RV306 Phase 2 Trial
The RV306 trial (ClinicalTrials.gov Identifier: NCT01435135) was a randomized, placebo-controlled, double-blind study conducted at three clinical sites in Thailand. This study was designed to determine whether boosting the RV144 regimen at either month 12, 15, or 18 following initial vaccination would improve the quality, magnitude or duration of humoral, cellular, and mucosal responses. In addition, it was designed to also establish the optimal boosting interval for further clinical development (48). The study enrolled 367 healthy, HIV-negative individuals and randomly allocated them to one of five groups to receive vaccine or placebo. All groups received the original RV144 vaccination regimen at months 0, 1, 3, and 6 as follows: ALVAC-HIV at months 0 and 1 followed by either ALVAC-HIV and AIDSVAX B/E or placebo at months 3 and 6. Group 1 received only the RV144 series and no additional boost, group 2 received additional ALVAC-HIV and AIDSVAX B/E or placebo at month 12, group 3 received AIDSVAX B/E alone or placebo at month 12, group 4a received ALVAC-HIV and AIDSVAX B/E or placebo at month 15, and group 4b received ALVAC-HIV and AIDSVAX B/E or placebo at month 18. No serious vaccine-related adverse events were reported across active groups. Furthermore, it was observed that groups with late boosts (groups 2, 3, 4a, and 4b) had increased peak plasma IgG-binding antibody levels against gp70 V1V2 relative to group 1 vaccine recipients with no late boost. It was also observed that boosting at month 12 (groups 2 and 3) did not increase gp120 responses compared with the peak responses after the RV144 priming regimen at month 6, but boosting at month 15 (group 4a) improved responses to gp120 A244gD–D11 and boosting at month 18 (group 4b) improved responses to both gp120 A244gD–D11 and gp120 MNgD–D11. In addition, boosting at month 18 versus month 15 resulted in a significantly higher plasma IgG response to gp120 antigens but not gp70 V1V2 antigens. It was further observed that CD4 functionality and polyfunctionality scores following stimulation with HIV-1 Env peptides (92TH023) increased with delayed boosting. Additionally, the results showed that groups with late boosts had increased functionality and polyfunctionality scores relative to vaccine recipients with no late boost. Collectively, these results implied that additional boosting of the RV144 regimen with longer intervals between the initial vaccination and late boost could improve vaccine efficacy (48).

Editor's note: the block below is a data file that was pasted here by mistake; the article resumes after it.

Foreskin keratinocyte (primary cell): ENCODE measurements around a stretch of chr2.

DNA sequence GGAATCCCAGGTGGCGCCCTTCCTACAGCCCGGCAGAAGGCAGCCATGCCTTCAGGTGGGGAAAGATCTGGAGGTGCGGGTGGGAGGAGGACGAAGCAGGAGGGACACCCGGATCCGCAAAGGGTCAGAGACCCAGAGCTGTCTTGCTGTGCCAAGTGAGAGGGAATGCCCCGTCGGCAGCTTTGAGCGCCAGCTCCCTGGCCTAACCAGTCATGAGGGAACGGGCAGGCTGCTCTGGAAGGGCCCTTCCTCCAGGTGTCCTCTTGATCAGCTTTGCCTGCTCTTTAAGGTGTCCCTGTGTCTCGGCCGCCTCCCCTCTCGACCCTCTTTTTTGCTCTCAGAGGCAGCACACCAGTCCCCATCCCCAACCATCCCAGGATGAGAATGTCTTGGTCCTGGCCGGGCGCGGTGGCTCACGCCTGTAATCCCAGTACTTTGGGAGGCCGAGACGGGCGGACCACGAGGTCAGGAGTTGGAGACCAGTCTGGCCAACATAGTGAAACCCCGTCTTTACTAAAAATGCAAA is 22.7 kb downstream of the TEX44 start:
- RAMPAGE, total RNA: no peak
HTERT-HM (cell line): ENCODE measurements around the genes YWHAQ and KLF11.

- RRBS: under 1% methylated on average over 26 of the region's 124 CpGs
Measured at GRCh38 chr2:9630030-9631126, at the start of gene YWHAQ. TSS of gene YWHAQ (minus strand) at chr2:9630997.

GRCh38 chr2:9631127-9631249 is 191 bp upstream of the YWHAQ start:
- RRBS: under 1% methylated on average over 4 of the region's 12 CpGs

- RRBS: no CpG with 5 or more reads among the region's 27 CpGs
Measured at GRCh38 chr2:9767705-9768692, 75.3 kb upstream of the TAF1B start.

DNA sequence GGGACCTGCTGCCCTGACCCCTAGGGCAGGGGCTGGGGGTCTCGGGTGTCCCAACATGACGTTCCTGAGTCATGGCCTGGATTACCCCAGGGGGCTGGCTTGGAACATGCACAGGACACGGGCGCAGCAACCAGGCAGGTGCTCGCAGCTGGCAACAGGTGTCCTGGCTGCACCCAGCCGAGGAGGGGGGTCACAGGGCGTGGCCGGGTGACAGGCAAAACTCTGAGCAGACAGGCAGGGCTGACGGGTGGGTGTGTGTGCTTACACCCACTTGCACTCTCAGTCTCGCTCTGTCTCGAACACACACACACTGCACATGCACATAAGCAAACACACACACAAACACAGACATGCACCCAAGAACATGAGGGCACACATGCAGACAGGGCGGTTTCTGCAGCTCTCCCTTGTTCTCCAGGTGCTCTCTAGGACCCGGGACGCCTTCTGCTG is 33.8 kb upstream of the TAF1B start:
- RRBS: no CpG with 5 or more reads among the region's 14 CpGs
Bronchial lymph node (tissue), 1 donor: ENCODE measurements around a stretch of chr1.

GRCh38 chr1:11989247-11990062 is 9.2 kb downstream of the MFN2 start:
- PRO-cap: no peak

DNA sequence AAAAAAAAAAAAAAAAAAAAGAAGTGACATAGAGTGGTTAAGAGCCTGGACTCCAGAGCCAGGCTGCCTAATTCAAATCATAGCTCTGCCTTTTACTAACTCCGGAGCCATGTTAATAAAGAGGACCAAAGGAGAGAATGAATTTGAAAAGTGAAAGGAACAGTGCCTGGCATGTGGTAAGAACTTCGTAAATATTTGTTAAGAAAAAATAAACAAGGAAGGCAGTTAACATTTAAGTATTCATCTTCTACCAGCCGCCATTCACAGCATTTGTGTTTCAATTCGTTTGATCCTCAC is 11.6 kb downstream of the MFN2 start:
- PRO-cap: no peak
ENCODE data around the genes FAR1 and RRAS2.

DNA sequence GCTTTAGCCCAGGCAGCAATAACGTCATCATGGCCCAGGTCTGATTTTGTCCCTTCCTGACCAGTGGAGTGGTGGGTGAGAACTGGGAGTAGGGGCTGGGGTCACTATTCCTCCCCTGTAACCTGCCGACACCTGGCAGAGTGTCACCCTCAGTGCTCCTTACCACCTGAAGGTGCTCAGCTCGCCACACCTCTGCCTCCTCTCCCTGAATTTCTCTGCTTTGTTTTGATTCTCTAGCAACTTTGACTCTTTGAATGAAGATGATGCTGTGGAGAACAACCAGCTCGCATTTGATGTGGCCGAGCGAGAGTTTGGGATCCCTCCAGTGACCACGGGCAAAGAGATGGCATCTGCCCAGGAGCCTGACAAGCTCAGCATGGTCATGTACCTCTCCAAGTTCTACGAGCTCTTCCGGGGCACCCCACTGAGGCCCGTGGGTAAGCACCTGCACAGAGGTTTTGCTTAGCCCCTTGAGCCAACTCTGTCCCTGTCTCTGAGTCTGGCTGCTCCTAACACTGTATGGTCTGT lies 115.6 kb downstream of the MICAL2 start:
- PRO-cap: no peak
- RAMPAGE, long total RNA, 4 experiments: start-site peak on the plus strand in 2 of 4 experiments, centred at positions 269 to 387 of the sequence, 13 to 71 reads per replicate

The promising results of RV144 clinical trials prompted the need to assess its efficacy against other clades (3, 90). RV144 originally designed to protect against HIV clade CRF01_AE BE infection in Thailand was modified to target HIV clade C. Therefore, HVTN designed and conducted a series of clinical trials including, HVTN 097, HVTN 100 and HVTN 702 (3).
HVTN 097 Phase 1b Vaccine Trial